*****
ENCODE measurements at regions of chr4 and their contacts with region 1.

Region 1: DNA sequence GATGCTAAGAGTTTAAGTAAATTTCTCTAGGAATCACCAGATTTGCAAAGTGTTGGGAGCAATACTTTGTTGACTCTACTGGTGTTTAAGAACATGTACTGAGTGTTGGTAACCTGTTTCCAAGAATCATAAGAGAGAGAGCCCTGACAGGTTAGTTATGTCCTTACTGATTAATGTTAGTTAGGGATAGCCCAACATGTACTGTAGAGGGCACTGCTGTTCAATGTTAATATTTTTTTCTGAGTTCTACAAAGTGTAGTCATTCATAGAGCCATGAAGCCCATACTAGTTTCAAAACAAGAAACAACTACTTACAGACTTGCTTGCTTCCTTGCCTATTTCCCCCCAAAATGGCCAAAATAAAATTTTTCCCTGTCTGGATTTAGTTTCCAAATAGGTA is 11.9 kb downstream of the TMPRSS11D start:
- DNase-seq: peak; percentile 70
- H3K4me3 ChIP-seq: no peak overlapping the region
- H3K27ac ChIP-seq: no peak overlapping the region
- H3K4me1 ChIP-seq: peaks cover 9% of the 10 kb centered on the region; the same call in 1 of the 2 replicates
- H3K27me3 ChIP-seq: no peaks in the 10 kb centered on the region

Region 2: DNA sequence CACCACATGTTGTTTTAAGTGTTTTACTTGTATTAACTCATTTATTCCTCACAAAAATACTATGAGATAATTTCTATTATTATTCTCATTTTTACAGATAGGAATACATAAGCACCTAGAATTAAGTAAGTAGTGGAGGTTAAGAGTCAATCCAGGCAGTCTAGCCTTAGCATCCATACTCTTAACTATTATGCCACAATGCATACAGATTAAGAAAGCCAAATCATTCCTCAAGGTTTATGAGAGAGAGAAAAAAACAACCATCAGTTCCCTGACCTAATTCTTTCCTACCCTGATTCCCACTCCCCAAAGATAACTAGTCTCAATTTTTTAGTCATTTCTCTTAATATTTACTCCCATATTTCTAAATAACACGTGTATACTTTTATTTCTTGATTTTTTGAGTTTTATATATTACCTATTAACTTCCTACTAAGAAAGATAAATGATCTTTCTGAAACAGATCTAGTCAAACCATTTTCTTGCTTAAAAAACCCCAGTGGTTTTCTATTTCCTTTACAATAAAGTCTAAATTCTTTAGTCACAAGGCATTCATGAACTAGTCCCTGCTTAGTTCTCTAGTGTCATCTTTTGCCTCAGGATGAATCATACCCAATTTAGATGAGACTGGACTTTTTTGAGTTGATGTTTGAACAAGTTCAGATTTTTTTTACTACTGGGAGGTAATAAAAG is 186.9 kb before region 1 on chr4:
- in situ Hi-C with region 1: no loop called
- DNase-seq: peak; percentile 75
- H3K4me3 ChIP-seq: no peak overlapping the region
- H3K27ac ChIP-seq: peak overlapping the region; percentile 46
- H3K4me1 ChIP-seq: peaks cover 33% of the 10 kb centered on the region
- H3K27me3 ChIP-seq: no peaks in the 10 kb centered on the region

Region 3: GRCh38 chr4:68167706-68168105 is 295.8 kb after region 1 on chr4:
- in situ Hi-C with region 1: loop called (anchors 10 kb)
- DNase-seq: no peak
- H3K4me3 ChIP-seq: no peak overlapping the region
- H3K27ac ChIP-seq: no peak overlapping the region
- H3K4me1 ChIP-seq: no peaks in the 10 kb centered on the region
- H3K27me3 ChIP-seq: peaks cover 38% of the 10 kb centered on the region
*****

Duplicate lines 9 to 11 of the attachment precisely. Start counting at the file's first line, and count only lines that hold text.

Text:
- in situ Hi-C with region 1: no loop called
- DNase-seq: peak; percentile 75
- H3K4me3 ChIP-seq: no peak overlapping the region